View of the Galata Bridge
Galata Bridge

1pm: The double-decker Galata Bridge spans the old town and Galata quarter. Hundreds of fishers from the overhanging upper level skillfully don’t incise the riverside diners on the many shaded but open-air seafood restaurants below.

If you fancy something less touristy, you can cross the bridge and wander into the funkily restored Karaköy neighbourhood for modern designer burgers, pastas and tacos. But you simply can’t beat the view from the bridge. The wine is good and cheap — and you can be confident the fish is fresh.

Istanbul skyline shows Galata Tower popping out above the skyline
Galata Tower

2:30pm: You could walk back to the old town if you need to see the Harem room in the Topkapi Palace. It’s far less salacious than the name suggests, though the decoration is noteworthy. Still, you’ll also see wonderfully tiled walls at a traditional steam bath too. We’re foregoing both experiences today for a climb up the Galata Tower. (Have you ever been in a steam bath? Yes. Have you stood atop a medieval tower with a sprawling, rolling view of two continents and two millennia of architecture?) Enjoy the view.

3:30pm: If you’re getting exhausted with all the history, nearby hilltop Taksim is a mesh of swish shops and boutiques. If you’re lucky, you might find space on the 100-year old-timey tram. It’s the only aging public transit you’ll see today in Istanbul. Clean subways, slick four-car, new-timey trams with dedicated lanes, subterranean funiculars, even cable cars connecting hilltops all do their part well to bust the hellish traffic — and as we already said: they work! (Hopefully, this morning, you bought a day’s complete pass from one of the thousands of Istanbul-Kart kiosks with their clear multi-lingual instructions. They work on all public transit and even include access to some museums.)

Red cable cars zip down the streets of Istanbul
Transit in Istanbul

4pm: Oh, and included in your day transit pass, there are public ferries bearing you across the Bosphorus at a fraction of the price of the tourist boats. Ride like a local. If you miss the heady jangly music and soporific voiceover with tales of knights, slave auctions, and sultans, download a Rick Steves app.

5:30pm: The central ferries terminate near the Grand Bazaar. Go. You still have time to get lost. You won’t be prepared for the sensory overload — mind blown again! — but will get used to saying no thanks because some of these sales guys are beyond pushy. And their English is excellent. Embrace the chaos but be warned: bazaar is a maze and at 6:30pm they start turning the lights off. It closes at 7pm.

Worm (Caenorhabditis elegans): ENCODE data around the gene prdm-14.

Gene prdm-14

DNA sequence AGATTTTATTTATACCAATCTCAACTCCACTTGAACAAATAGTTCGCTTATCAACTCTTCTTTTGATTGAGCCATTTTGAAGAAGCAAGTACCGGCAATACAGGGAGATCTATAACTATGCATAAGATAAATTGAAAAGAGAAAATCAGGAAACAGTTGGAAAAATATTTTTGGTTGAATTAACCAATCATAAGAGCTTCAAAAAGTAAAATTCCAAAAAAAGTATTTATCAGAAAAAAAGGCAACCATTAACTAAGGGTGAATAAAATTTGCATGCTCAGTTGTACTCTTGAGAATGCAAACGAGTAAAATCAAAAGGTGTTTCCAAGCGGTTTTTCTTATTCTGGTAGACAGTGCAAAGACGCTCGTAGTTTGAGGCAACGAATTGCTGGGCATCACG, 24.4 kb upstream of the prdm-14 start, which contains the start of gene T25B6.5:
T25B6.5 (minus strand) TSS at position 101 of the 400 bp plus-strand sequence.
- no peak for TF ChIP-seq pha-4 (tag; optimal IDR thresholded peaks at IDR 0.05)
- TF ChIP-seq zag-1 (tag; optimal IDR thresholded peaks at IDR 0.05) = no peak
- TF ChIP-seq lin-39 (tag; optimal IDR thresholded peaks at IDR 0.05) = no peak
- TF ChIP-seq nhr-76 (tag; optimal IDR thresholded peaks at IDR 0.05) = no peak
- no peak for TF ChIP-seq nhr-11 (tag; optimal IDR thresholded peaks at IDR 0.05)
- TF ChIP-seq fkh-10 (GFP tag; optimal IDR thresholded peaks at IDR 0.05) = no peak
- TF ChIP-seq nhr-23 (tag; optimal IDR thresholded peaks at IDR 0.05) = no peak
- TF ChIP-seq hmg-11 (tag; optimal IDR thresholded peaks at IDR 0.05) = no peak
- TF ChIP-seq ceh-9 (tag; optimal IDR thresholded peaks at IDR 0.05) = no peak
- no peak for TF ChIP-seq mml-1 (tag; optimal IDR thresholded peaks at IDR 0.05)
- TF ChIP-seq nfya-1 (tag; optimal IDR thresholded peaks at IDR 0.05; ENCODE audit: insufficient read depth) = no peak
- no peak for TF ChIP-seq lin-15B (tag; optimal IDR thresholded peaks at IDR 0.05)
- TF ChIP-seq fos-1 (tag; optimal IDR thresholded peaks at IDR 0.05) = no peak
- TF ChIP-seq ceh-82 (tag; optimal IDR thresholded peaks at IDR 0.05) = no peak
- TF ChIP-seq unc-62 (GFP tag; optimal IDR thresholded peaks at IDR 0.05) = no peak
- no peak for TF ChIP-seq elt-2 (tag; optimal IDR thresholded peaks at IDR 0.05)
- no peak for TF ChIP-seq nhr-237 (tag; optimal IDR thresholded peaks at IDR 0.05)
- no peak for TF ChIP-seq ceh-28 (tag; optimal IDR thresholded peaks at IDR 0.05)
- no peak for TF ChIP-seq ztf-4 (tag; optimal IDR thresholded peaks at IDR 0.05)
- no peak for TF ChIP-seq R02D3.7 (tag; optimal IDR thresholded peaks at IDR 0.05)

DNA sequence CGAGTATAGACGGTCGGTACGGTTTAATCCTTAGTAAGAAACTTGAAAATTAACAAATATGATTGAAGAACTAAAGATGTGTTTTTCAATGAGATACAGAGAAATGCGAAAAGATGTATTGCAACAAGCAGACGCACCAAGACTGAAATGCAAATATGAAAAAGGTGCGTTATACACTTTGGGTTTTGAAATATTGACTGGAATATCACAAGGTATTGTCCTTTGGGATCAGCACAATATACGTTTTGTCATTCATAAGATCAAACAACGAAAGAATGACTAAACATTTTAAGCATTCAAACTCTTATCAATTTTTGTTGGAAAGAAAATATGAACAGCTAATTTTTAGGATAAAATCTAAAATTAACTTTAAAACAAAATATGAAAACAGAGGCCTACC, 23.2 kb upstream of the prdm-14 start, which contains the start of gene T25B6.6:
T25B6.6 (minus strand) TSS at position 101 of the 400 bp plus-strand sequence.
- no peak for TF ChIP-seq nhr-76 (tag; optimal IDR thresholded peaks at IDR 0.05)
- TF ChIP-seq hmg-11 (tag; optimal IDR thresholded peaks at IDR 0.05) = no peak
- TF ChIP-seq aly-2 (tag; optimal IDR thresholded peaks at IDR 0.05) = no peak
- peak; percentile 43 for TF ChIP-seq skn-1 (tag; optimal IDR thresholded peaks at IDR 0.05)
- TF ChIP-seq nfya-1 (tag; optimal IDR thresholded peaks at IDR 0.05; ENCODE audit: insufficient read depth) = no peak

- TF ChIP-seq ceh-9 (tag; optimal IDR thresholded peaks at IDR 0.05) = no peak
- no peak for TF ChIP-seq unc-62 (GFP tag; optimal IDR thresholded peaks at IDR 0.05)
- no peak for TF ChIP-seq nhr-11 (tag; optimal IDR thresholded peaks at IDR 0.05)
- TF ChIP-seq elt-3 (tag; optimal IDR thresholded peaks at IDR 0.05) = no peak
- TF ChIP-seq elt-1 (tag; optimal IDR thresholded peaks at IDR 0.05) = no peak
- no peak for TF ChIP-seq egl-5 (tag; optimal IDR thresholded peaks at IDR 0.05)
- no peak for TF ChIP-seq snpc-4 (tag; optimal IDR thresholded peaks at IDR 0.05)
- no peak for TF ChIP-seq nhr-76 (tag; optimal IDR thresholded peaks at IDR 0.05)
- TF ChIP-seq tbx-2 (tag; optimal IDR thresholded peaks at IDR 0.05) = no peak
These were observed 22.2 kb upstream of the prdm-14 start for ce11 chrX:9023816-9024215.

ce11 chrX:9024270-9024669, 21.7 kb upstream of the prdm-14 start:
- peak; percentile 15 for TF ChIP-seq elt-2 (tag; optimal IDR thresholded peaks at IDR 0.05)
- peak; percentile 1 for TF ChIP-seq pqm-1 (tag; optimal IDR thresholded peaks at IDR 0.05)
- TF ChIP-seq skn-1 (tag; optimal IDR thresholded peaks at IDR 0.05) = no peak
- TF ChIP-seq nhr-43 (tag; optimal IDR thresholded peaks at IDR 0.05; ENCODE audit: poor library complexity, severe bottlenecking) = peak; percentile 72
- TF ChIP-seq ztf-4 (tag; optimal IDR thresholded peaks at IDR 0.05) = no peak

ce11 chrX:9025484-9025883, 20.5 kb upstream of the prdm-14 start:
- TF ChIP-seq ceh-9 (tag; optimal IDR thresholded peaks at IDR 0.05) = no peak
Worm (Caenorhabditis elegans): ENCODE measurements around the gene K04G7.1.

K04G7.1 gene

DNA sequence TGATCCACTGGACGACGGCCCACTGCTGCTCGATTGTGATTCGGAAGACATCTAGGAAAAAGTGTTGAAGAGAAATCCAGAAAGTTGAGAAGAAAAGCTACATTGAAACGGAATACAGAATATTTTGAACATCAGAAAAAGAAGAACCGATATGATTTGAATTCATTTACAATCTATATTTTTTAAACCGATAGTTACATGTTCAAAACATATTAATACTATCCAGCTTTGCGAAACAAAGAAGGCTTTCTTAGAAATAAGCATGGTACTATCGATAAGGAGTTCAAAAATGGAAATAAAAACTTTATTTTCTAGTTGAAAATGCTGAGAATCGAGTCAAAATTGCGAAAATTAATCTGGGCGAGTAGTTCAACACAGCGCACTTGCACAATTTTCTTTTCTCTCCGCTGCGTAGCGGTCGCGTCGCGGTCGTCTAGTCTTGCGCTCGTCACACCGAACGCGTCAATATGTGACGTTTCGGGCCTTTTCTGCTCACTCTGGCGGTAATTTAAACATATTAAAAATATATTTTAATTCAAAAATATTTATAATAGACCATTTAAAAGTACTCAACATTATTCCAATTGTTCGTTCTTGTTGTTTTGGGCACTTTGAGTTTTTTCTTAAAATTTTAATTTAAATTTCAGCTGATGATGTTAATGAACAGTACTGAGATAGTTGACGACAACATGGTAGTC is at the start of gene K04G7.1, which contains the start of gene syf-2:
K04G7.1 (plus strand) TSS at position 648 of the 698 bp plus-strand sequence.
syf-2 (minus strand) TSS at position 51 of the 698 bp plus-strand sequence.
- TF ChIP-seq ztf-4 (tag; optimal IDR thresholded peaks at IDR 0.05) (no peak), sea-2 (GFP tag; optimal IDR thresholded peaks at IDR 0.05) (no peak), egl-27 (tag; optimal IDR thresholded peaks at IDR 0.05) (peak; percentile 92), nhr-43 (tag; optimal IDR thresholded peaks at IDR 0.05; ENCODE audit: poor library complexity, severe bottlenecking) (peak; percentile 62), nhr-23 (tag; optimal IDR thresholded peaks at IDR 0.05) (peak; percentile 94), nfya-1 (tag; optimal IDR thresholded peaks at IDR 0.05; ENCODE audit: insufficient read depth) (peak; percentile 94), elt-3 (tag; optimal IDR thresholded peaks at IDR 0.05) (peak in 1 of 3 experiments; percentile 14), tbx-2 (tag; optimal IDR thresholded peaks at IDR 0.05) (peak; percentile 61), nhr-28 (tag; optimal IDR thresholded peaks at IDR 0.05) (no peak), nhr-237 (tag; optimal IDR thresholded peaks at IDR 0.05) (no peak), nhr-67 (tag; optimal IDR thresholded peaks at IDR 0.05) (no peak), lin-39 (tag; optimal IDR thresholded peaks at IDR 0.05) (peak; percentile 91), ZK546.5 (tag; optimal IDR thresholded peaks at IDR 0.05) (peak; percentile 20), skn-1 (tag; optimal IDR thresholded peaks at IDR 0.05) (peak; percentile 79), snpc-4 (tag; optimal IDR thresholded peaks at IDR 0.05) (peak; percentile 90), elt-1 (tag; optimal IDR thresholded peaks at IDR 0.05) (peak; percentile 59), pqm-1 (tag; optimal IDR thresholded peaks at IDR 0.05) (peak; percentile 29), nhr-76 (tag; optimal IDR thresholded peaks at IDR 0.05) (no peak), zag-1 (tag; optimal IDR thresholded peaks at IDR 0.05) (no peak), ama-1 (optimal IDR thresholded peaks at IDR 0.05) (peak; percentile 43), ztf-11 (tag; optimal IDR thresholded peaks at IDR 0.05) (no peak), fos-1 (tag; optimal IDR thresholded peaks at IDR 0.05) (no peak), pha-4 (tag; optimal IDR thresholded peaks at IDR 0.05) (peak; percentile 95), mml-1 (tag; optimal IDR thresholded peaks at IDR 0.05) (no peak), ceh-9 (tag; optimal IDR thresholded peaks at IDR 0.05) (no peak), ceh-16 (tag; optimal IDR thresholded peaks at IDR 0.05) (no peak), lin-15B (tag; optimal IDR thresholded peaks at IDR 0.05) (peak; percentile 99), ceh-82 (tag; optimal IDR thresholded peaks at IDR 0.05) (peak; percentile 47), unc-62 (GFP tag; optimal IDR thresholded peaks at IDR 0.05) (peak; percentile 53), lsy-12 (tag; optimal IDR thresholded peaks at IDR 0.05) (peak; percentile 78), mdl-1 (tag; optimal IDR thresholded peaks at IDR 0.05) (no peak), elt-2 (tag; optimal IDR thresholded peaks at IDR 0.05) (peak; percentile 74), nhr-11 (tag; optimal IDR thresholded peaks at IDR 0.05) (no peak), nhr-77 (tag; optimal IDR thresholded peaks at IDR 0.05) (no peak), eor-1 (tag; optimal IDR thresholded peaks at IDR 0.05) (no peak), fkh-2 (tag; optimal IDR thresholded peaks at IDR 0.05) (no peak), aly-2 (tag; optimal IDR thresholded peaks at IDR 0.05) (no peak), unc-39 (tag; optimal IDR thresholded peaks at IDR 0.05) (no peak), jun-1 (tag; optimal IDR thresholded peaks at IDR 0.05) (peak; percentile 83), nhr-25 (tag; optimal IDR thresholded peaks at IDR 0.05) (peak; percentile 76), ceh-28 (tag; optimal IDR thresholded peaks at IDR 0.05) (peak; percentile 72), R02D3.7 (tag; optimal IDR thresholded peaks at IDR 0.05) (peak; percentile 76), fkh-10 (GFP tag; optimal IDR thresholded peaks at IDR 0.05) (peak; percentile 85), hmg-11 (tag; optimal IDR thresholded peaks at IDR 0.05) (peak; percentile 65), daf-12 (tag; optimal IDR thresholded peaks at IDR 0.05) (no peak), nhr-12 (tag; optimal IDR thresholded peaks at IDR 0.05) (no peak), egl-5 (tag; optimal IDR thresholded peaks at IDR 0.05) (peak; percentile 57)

Evening Relaxation by the Bosphorus River

Mosque stretches out to overlook the Bosphorus River in Istanbul
Bosphorus River

7:30pm: Just a few stories up, the rooftop bar of our hotel provides a magnificent view of the Sultanahmetor Blue Mosque, which is bigger than the Hagia Sofia but also much newer … and currently under renovation – aka not welcoming sightseers. So this smashing sunset will have to do.

9pm: Here in the heart of the old town, there’s a spaghetti of streets with restaurants featuring heated outdoor patios, happy to welcome frost-bitten Canadians who love a meal al fresco. We settle down for a feast spread over a couple of hours. The food and wine are delicious, cheap and plentiful, with flavours and textures coming at you from all over.

Blue Mosque in Istanbul
Blue Mosque

A gaggle of boisterous Russians are soaking this all up too. Russians have visited and done business here for hundreds of years. Why should 2023 be different? Two have clearly been using their vacation time to get discount nose jobs. The bruising and legacy iodine stains aren’t enough to make them want to stay inside while their friends get noisy.

See above re: bandaged skulls. Do yourself a favour and do not search “hair replacement / rhinoplasty / dental treatments in Turkey”. You can’t help but stare. They stare back across the patio, then one smiles. We all tipsily salute each across the patio with raised glasses, “Cheers!”

A pity we have to leave for the airport at 6am. At least we’ll beat the traffic.